Wednesday, November 18, 2009

Holed up in a hotel near Amsterdam docks, and deterred from venturing into the city in the evenings by wind, wet, cold and dark, I've been passing the time reading Andrew Duncan's 'The Council of Heresy'. A book about difficult modern poetry which makes you laugh out loud - intentionally - can't be bad. Duncan is a dazzling writer, so much so, that I find myself questioning whether I'm being taken in, and his ideas are spurious: I don't think they are, it's just that I'm not used to literary criticism being entertaining. Maybe I should just relax and enjoy it.

I've just read a section called 'Games of the Gifted: Cryptic Canons' in which reading Tom Raworth and Allen Fisher is equated with the mental games that gifted children play when bored in the classroom: "It's arguable that the withdrawal from the High Street poetry scene is a re-enactment of the withdrawal of a seven-year-old child from the classroom into a private world full of games and protected by dissociation".

Duncan also discusses the fear of boredom as a powerful force first encountered in childhood: "...if intelligent people have a paranoid fear of reading Tony Harrison, it's not to do with social conflict, it's just because they're frightened of being bored", though he points out later that "many people are bored by avant-garde poetry too".

There's a chapter later in the book (I'm only part-way through) entitled "The Avant-Garde and East European Cults". I can't imagine how that'll pan out, but can't wait to read it. Cracking stuff, highly recommended.


John B-R said...

Do you experience boredom. I haven't been bored since I hit puberty. SOmetimes I thought I was bored; I wasn't; I was just unhappy.

Ed Baker said...

is the Hanson Hotel still there?

It is/was on Konensinwag

not too far from Rembrant's Plein ( or some such street)

about 5 blocks from The Ghetto and Ann Frank's House..

I could tell you a story about the wharfs and working (without papers) on a ship!

is The Dam Square yet vibrant? & the "red-light" district?

Alan Baker said...

I do experience boredom, and I have, if not a fear, then a dread of it. It's something I'm working on, though I believe bordom can be fruitful. The Buddha taught that boredom is one of the five hindrances to enlightenment.

Don't know about the hotel Ed, but from our holiday this summer I can confirm that Dam Square is still vibrant, and the red-light is still in business. But all I saw this time were offices, docks, airport, hotel...

Ed Baker said...


I FOUND The Hansen Hotel

thy changed the name WOW

and added an awning.

the place to the left had a large window where girls sat

I became friends with one of them
... a girl from Norway who was in Amsterdam "working" her way through University.

we used to go to The Paradisio where many of the dope dealers from The Dam used to party...

after a year in Lindos Amsterdam was WOW-WOW!

I was working chipping paint on a cargo ship tied-up to a dock...

the night I got paid walked around the corner and got arrested... for working without papers.. thrown into jail money confiscated..

a real racket between the boat people and the police they got a week's free work the police got the money and I wired home for a plane ticket out! 1970!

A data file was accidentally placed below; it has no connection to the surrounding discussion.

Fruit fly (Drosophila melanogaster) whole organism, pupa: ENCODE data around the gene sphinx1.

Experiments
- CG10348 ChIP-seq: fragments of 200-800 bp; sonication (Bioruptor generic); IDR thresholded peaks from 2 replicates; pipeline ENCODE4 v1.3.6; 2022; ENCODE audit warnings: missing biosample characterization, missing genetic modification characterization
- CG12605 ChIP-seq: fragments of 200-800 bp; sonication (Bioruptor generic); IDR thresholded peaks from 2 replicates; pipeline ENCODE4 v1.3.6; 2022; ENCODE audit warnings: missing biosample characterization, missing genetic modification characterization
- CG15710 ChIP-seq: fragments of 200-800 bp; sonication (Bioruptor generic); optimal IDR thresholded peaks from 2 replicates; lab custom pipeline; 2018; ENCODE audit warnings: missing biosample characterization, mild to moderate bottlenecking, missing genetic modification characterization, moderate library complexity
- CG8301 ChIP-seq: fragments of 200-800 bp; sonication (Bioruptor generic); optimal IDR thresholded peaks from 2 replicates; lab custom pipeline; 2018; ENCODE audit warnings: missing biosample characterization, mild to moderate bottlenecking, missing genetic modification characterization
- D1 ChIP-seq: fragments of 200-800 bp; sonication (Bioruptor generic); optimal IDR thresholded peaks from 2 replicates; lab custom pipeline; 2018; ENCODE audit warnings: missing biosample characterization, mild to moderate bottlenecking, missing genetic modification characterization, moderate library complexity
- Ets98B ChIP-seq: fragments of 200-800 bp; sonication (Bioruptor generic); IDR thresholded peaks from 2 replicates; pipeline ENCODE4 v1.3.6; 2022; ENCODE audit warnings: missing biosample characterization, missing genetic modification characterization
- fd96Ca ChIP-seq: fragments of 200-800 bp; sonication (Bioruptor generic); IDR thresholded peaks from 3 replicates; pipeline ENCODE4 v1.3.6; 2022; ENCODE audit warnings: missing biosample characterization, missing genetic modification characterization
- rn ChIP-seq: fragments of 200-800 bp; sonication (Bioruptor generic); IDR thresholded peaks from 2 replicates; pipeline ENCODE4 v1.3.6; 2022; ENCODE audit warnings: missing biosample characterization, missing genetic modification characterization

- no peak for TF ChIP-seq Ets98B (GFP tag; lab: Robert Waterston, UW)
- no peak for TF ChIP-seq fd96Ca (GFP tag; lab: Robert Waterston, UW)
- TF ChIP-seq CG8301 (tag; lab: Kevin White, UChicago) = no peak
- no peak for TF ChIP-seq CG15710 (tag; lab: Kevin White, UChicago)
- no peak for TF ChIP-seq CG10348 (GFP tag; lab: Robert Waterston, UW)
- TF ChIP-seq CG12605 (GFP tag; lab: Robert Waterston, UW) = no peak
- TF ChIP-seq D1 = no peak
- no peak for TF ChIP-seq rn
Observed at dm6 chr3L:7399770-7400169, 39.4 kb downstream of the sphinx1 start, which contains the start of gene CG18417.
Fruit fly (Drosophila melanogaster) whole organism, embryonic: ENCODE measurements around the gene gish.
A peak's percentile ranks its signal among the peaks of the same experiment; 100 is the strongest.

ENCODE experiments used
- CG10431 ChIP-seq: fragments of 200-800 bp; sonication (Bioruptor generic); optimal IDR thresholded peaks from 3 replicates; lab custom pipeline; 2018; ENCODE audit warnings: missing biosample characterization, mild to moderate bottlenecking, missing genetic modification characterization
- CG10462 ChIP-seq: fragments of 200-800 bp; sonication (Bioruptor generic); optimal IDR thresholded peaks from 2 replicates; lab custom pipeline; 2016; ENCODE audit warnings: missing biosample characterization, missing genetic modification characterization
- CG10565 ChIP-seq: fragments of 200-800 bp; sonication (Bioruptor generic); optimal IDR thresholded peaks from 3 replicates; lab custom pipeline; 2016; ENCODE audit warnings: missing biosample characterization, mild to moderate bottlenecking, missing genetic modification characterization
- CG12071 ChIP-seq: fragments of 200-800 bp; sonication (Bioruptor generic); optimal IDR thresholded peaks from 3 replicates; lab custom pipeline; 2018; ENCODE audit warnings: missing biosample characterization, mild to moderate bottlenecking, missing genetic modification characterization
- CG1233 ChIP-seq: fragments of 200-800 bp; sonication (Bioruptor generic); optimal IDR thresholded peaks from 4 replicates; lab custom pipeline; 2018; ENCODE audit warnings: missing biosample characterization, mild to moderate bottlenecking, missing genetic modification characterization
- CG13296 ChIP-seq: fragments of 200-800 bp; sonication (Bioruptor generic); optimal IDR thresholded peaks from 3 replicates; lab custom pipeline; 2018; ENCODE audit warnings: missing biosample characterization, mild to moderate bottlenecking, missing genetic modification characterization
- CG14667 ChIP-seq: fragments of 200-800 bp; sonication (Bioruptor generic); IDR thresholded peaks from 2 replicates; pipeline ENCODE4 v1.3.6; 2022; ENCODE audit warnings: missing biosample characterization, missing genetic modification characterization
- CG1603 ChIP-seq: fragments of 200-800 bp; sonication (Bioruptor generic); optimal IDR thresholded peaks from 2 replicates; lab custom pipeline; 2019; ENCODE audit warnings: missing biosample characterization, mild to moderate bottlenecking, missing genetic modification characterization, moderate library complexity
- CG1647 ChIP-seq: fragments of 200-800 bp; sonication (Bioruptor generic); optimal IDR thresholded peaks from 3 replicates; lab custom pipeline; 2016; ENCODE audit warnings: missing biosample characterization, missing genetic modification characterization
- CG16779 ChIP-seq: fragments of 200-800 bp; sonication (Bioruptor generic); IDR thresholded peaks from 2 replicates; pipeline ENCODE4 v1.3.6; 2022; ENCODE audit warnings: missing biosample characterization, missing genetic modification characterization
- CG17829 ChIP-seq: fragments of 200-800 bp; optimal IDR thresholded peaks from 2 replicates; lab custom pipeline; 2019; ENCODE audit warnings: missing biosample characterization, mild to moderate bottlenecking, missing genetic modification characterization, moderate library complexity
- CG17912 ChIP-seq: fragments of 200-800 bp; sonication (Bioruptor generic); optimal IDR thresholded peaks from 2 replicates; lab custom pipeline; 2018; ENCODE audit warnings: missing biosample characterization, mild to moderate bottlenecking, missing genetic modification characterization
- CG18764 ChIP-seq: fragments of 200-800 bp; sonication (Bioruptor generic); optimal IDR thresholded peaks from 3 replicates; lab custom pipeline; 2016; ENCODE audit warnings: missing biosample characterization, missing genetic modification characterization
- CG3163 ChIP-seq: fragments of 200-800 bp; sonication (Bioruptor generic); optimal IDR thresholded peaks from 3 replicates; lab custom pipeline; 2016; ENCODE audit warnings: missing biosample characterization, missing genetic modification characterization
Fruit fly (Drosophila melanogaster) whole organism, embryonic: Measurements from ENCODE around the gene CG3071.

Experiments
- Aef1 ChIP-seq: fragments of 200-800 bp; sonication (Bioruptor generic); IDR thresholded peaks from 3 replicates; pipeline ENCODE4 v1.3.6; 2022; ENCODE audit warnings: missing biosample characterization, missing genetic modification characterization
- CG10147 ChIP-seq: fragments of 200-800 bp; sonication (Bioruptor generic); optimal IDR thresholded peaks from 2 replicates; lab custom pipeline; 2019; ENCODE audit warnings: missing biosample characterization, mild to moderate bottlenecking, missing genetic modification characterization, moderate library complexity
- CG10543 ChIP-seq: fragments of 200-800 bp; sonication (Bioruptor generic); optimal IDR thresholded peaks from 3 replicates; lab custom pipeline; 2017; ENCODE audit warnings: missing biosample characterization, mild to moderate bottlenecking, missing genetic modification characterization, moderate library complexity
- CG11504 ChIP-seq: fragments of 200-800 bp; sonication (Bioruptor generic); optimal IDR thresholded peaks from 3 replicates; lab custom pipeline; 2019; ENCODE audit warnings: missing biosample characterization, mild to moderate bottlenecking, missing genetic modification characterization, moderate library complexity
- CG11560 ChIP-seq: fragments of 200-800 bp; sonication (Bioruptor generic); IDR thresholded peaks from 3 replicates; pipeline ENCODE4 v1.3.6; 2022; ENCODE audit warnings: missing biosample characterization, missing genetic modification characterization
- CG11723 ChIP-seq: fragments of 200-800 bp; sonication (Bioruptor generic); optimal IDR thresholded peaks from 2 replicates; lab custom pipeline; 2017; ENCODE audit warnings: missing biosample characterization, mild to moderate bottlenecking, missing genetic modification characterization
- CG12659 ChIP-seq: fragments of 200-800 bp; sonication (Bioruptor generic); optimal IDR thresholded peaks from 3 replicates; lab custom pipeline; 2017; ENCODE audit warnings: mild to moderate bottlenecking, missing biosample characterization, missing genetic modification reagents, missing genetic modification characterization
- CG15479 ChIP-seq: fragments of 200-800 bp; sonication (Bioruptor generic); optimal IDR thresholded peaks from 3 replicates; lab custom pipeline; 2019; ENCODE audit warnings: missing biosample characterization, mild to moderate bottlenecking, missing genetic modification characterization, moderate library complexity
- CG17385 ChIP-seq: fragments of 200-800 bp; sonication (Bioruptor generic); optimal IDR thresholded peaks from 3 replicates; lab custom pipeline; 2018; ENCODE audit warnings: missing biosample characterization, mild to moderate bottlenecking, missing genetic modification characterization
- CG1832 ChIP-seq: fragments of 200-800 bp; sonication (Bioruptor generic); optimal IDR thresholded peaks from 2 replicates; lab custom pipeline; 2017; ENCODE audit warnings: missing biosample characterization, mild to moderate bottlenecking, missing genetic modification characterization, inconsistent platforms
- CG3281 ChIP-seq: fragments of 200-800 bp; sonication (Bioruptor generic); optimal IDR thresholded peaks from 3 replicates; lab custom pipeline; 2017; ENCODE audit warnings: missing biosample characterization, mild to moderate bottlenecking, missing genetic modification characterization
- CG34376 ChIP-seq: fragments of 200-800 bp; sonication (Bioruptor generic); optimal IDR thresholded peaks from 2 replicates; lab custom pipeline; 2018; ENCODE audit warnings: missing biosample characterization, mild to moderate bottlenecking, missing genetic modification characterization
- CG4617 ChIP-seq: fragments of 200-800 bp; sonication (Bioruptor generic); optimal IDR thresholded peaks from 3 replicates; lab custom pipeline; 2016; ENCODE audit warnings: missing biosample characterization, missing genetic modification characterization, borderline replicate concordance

I can truthfully say "Amsterdam made me the Poet that I am today."

if I was 40 years younger I'd live (for a -while) in Amsterdam..

the greatest City in Youre-up!

richard lopez said...

i'm like john, i haven't been bored since i was maybe 8 years old. too much to do and if not doing then simply thinking or making an attempt at thinking which is not boring.

interesting tho, joseph brodsky published a commencement address advising the graduating class to embrace boredom because the state of boredom can be a metaphysical state and is larger than the sufferer and hence becomes a reminder of one's being finite since boredom is time immutable and thus becomes a lesson in humility.

Aidan Semmens said...

I seldom do boredom these days, but I'd stick up for it. In fact, I think boredom is one of the essential traits of humanity that makes us what we are (whether that's a good or bad thing is of course open to question). Boredom leads to reflection, which leads in turn to mental play, hence invention, creativity etc. I worry that the flood of gadgetry all designed to protect young people from being bored will lead to a generation who never reflect or engage in idle mental activity and hence lose touch with their innate inventiveness. That their creative potential has all been delegated to a few designers of computer games and the like.
Or is that just me being a grumpy old man?

Aidan Semmens said...

Oh, and I meant to say Amen to this:
"It's arguable that the withdrawal from the High Street poetry scene is a re-enactment of the withdrawal of a seven-year-old child from the classroom into a private world full of games and protected by dissociation".
That seems to me to sum up the whole nature and purpose of what we do remarkably well.
Are Duncan's ideas spurious? Some of them, quite possibly, but they nearly all serve the admirable purpose of leading the brain in a good and enjoyable workout. A sub-text of that is, it seems to me, to question the whole idea of what "spurious" means in such a context.
I haven't read the book you speak of, but from what you say of it, I think I should. (If and when I can raise my head above the parapet of Russian history, that is... ;-) )

Alan Baker said...

I agree Aidan - boredom is an essential part of childhood for the reasons you give, and probably of adulthood as well. Though John and Richard seem to do pretty well without it.